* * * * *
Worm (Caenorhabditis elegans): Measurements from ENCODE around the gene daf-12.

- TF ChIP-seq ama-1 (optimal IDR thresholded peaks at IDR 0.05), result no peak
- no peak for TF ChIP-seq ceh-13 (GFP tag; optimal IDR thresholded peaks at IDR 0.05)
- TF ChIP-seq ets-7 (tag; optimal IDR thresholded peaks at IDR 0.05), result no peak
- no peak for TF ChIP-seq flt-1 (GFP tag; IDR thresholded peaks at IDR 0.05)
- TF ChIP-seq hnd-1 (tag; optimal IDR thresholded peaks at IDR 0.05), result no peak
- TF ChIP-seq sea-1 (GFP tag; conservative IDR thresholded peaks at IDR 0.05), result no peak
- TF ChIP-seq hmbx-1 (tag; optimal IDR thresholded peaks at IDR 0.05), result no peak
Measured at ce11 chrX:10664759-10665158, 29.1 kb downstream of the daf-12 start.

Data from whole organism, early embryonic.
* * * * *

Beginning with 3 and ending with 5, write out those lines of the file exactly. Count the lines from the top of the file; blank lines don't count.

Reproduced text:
- no peak for TF ChIP-seq ceh-13 (GFP tag; optimal IDR thresholded peaks at IDR 0.05)
- TF ChIP-seq ets-7 (tag; optimal IDR thresholded peaks at IDR 0.05), result no peak
- no peak for TF ChIP-seq flt-1 (GFP tag; IDR thresholded peaks at IDR 0.05)